Volkswagen CEO Matthias Mueller said that Tesla isn’t a threat to the company, as it continues to expand into the EV market and values the “great future” of the diesel engine as well.
“We can’t compare apples with pears. Tesla is a company that sells less than 100,000 units and we sell 10 million. Currently, Tesla burns a 3 digit million amount and we’ve got results of 12 to 13 billion euros per year, so I think we have to be realistic here,” he said.
Mueller said the company, in addition to aiming to produce 1 million battery powered vehicles by 2025, will be forging ahead with diesel technology despite the recent emissions scandal.
“The diesels we are offering today are clean. They comply with the Worldwide Harmonised Light Vehicle Test Procedure requirements and they meet the requirements and needs of our customers,” he said.
VW’s statements are a departure from recent efforts to make up for the emissions scandal that has plagued the company. In early August, Oliver Schmidt, a former top emissions compliance executive for Volkswagen, was expected to plead guilty to up to 11 felony counts.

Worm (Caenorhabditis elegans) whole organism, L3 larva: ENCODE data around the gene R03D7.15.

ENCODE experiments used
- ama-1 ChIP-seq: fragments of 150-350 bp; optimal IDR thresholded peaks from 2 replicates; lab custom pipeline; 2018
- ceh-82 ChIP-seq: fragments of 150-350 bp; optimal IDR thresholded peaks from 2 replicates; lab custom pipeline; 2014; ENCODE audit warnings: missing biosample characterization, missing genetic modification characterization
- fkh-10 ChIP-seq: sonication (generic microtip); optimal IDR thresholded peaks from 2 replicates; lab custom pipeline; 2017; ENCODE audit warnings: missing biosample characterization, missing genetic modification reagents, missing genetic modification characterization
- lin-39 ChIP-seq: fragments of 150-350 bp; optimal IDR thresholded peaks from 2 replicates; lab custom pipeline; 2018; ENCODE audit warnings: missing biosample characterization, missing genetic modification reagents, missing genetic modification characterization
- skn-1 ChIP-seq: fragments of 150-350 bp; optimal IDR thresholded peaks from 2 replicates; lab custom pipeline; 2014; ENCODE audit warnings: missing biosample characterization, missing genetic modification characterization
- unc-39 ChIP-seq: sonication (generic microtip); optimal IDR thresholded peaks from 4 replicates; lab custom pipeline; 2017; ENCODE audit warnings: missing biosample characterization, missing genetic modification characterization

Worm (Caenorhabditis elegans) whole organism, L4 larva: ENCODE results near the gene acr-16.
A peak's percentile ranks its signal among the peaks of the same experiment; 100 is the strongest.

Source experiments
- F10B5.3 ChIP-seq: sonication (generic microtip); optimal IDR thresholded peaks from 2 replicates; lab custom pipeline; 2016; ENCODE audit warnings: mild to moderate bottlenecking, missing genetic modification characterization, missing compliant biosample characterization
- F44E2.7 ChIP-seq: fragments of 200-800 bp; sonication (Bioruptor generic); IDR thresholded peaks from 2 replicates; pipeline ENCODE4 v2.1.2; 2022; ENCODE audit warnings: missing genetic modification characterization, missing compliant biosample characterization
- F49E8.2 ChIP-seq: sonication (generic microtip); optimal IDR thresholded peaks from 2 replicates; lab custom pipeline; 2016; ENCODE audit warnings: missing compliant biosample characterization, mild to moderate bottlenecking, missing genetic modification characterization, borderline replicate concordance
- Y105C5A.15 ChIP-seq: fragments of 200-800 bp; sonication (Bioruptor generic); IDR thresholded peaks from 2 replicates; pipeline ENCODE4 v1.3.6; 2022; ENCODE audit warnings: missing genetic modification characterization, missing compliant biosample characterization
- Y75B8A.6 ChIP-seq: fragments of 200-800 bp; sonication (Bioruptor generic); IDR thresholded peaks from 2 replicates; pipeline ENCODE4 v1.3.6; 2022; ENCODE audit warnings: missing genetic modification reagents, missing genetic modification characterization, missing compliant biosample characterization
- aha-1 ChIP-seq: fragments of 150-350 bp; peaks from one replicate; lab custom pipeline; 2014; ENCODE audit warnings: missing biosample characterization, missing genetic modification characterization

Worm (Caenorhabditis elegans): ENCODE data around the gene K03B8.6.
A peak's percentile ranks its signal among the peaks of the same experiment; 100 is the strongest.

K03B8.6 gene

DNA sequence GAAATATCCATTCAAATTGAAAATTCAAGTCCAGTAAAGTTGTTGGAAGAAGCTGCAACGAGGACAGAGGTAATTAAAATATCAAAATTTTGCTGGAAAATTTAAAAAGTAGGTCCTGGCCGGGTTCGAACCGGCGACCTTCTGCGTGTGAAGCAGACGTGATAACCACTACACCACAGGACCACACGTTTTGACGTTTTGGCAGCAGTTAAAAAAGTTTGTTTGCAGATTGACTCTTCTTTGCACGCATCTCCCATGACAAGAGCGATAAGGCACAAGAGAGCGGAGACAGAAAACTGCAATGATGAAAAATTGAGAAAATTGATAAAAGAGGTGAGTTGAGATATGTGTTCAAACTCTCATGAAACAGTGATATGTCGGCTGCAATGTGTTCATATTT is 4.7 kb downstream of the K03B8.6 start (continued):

The VW scandal also prompted business for other auto companies like stealth electric vehicle startup Rivian Automotive. The company is leasing land to a logistics company that has transported thousands of ‘dieselgate’ vehicles onto its property.
“These vehicles will be held and routinely maintained until it is determined whether an approved emissions modification becomes available,” said Jeannine Ginivan of Volkswagen Group of America, Inc. “If approved, the settlement allows Volkswagen to modify affected 2.0L TDI vehicles so they can be returned to commerce or exported. Vehicles that are not modified must be responsibly recycled.”
The commitment to the environmentally efficient diesel engine puts the company at odds with other automakers that have also committed to going electric. This week, Daimler’s Mercedes-Benz said that it would electrify all of its models by 2022.